This article is the initial report from a column that aims to explore politics, history, and culture, specifically as they pertain to race and gender. It will probe subjects such as gun violence, child marriage, domestic violence, and racial brutality. It will examine these ideas, and the issues that ensue, on both a local and global scale. Its goal is to directly and candidly address these matters in order to contribute to the conversation and deepen understanding of the topics at hand.
The city of Boston is well known for many reasons. People across the country know the capital of Massachusetts for its myriad of Dunkin’ Donuts locations, exceptional seafood, and fierce patriotism that can be traced all the way back to the early days of American colonialism. But perhaps the most notable facet of Boston is that it is home to 35 colleges and universities, marking the city as one that celebrates knowledge, progress, and higher education.
However, known to few, and in stark contrast to the values just listed, Boston ranks seventh on a list of the most racially segregated metropolitan areas in the United States. Despite the widespread notion that Boston is a liberal city, it has historically struggled with mitigating—and ultimately obliterating—racial divides.
In examining its past, it becomes clear that Boston has maintained racially discriminatory practices since it was founded. Even within the last century, there exists a pattern of resistance to furthering racial equality. For proof of this blatant hesitancy, look no further than one of America’s most beloved sports teams that calls Boston home. Under the supervision of Tom Yawkey, the Red Sox was the last Major League Baseball team to integrate, waiting until 1959 to accept African American players.
Though he never publicly shared his reasoning, one can assume that Yawkey’s decision not to sign Jackie Robinson when he tried out for the Red Sox in 1945 had much to do with race. In fact, Yawkey’s staunch refusal to sign on any African-American players over the course of 12 baseball seasons beginning in 1947, when every other team in America was integrating, says volumes in regards to his stance on the issue.
Even after integrating the majority of societal institutions, Boston’s current cultural focus still fails at recognizing people of color, specifically African-Americans. One of the most compelling pieces of evidence of this lies within a rather customary part of Massachusetts’ geography: street names.
Data from state directories reveals that several streets throughout Massachusetts are named after historical figures. For example, 191 streets are named after Adams, 193 are named in honor of Washington, and 220 pay homage to Lincoln. In contrast, few streets are named after African-American leaders, and of the few that are, only a handful of them are placed in the center of Boston. Instead, the majority of streets named in the honor of African Americans are found in neighborhoods that are home to a larger population of Black residents. Take for instance, Roxbury, Massachusetts, which the City of Boston website names “the heart of Black culture.” It is here, where figures gathered as recently as 2015 indicate a population in which 61.3 percent of residents identify as Black, that one can easily find streets with names like Malcolm X Boulevard and M.L.K. Jr. Boulevard.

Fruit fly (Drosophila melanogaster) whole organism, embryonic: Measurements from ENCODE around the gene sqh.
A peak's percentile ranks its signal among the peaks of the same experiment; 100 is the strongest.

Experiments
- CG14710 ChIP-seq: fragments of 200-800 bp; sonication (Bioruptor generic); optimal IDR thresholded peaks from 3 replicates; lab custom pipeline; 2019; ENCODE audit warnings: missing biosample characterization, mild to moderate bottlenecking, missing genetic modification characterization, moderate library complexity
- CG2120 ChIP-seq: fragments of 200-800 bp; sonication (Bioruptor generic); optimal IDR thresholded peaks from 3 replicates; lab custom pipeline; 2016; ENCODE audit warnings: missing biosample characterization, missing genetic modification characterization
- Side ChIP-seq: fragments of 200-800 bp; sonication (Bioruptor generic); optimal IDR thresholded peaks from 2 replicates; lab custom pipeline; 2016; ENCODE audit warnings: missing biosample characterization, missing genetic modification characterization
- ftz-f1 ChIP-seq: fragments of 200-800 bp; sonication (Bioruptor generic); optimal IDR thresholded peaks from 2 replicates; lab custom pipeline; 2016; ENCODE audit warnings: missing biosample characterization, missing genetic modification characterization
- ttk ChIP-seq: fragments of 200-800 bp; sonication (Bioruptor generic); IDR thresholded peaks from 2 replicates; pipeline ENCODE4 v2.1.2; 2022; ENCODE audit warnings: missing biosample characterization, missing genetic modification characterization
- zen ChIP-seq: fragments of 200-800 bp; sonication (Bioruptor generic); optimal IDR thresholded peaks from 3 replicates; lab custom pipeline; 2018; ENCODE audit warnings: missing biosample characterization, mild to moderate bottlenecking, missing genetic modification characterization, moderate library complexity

While seemingly only a detail in the grand scheme of things, something as simple as street names calls greater issues into consideration. City planners were quick to commemorate the lives of slave masters, yet made little progress in acknowledging key individuals who faced racial discrimination and fought back.
The reality is that keeping streets named after slaveholders—and other debatably racist individuals—in place instills a societal norm characterized by a casual dismissiveness of intolerance. Erasing these names from our streets would not obliterate the fact that brutal exploitation and oppressive tendencies were, and still are, a commonality in America, even among our most respected leaders. Rather, taking them down would show that we actively denounce their reprehensible actions. Though possible, renaming every street that celebrates a problematic leader is a daunting task. However, it would be a relatively easy act of reformism if the intersections of these streets were to be named after figures who dedicated the majority of their time to fighting the persistence of the aforementioned racial injustices. By juxtaposing these two categories of historical figures, Boston’s streets would, at long last, move toward becoming conclusively integrated.
Physical and public commemorations are instrumental, as they prompt us to discuss and recognize important moments and figures in history. By placing the names of prominent African-Americans in the center of life in Boston, citizens would be forced to recognize and familiarize themselves with the names of figures who have initiated progress in the realm of racial equality. While Yawkey Way is proudly regarded as one of Boston’s most important historic sights, it commemorates a racist figure in this city’s history. Still, it is safe to assume that locals could more readily describe Yawkey’s legacy than that of most African-American leaders who actively fought segregation in America.